Adults, it seems fair to say, are the understandable face of opioid addiction. After all, opioid addiction has helped contribute to the fact that drug overdoses are now thought to be the leading cause of death for Americans under 50 years of age. Moreover, an estimated 60 percent of the more than 64,000 overdose deaths in 2016 involved an opioid. As such, it is clear that the vast majority of opioid addiction involves adults.
That said, the understandable emphasis placed on the adult opioid crisis can overshadow the fact that too many infants are born with opioid addictions because of this ongoing epidemic.
Recent Research Suggests a Baby Is Born With Opioid Withdrawal Every 15 Minutes in the U.S.
If there is one statistic that instantly highlights the extent to which the opioid crisis affects children, every 15 minutes a U.S. baby is born with opioid withdrawal. The source of these findings is the Vanderbilt University Medical Center, which published the findings in the Pediatrics journal.
Opioid withdrawal in newborns is referred to as neonatal abstinence syndrome (NAS), and this troubling issue increased 433 percent in U.S. infants from 2004 to 2014. Now, 8 out of every 1,000 hospital births are thought to involve NAS.
What Are the Effects of NAS?
Newborns who are diagnosed with NAS suffer from a range of terrible and dangerous side effects, including:
- Vomiting and loss of appetite
Seizures have also been known to occur in babies born to those who are addicted to methadone, which is a common opioid. And, while NAS for all types of drug addiction is rarely fatal, opioid NAS has been known to last from 1 week to even 6 months after birth for newborns suffering from NAS.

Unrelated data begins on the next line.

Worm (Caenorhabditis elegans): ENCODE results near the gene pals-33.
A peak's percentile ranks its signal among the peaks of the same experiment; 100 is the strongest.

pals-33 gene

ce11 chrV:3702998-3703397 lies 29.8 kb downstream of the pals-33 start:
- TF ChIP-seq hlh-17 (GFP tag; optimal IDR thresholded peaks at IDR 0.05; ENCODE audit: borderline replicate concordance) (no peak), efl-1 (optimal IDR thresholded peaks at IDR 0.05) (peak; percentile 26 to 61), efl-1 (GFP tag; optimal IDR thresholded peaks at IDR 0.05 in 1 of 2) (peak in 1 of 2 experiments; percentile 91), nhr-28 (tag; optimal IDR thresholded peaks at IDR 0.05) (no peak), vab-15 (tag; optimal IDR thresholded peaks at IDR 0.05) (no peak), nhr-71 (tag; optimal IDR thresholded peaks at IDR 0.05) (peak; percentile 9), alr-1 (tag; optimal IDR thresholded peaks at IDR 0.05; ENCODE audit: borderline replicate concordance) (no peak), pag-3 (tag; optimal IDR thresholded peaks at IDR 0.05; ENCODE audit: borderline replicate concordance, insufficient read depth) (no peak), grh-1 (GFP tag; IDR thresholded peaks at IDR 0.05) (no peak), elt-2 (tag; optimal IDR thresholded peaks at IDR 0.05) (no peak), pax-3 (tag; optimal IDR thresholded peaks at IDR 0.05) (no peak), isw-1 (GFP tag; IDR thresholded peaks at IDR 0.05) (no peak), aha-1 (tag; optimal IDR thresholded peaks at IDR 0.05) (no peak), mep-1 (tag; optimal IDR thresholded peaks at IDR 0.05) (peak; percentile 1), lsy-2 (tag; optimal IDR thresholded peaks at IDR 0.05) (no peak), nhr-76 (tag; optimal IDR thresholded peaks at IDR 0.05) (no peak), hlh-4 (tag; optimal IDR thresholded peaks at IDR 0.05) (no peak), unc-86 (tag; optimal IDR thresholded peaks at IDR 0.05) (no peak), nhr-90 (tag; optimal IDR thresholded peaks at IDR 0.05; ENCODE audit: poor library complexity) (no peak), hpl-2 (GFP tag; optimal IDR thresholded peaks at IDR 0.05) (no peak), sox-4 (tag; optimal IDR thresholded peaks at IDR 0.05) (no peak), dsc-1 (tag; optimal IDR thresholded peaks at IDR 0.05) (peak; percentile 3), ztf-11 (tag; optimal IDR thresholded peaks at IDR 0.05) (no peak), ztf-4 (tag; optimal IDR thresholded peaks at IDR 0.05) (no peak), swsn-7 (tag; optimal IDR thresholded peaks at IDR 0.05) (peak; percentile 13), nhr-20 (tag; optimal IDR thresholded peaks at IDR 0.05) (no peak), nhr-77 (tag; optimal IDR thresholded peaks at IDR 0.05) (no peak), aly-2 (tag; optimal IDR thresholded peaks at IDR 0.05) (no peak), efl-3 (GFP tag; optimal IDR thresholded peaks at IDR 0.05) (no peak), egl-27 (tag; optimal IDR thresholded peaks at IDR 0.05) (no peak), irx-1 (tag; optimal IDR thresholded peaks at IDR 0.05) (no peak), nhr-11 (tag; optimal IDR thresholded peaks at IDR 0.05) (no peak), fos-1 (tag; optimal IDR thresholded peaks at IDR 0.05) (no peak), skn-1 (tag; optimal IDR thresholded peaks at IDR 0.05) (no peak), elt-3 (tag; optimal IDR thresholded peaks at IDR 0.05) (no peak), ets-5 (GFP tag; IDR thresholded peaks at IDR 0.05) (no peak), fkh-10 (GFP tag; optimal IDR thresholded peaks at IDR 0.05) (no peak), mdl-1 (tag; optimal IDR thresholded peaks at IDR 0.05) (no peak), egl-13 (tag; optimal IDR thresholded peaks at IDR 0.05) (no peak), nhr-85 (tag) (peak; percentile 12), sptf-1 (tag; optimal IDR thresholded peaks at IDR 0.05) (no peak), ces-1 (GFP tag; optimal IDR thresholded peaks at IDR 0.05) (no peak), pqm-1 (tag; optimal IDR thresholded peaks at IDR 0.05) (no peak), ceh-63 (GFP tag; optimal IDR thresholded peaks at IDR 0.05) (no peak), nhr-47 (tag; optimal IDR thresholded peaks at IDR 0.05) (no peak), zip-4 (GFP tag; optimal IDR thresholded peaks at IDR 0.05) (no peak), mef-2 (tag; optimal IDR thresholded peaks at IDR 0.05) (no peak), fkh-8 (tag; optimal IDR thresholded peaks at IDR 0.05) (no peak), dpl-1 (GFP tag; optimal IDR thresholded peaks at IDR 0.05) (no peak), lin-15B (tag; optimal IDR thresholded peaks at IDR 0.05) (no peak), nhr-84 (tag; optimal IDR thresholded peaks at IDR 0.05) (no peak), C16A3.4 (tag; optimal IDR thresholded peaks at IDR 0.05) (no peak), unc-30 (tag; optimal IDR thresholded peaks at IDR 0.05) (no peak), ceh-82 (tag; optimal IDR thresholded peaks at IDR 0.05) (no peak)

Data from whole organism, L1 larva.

These prolonged issues can affect the baby’s birth weight, lead to jaundice and cause extended stays in the newborn intensive care unit (NICU). Due to these issues, many lawsuits are now being filed that are seeking to hold responsible parties accountable for newborns affected by NAS.
Talk to a Lawyer at Ledger Law to Determine Your Legal Options if Your Child Was Born with NAS
The question of who is ultimately responsible for NAS depends on the facts involved with your legal claim. NAS lawsuits have been filed against pharmaceutical manufacturers for engaging in illegal, deceptive marketing practices for prominent opioid medications. These lawsuits seek money damages to provide justice and deserved compensation that can be used to care for newborn infants who are struggling with the dangers and harms of opioid withdrawal.
It may also be possible to sue a doctor or similar medical professional if the facts reveal that they may have negligently prescribed opioid medication to an adult, which caused their addiction and subsequent NAS diagnosis in their newborn. If your newborn was diagnosed with NAS and you are contemplating what your legal plan of action ought to be, the nationally recognized personal injury team at The Ledger Law Firm is ready to discuss your lawsuit.
Contact us online today for a free case evaluation with an opioid addiction lawyer to file a legal claim that holds responsible parties accountable for your newborn child’s withdrawal symptoms.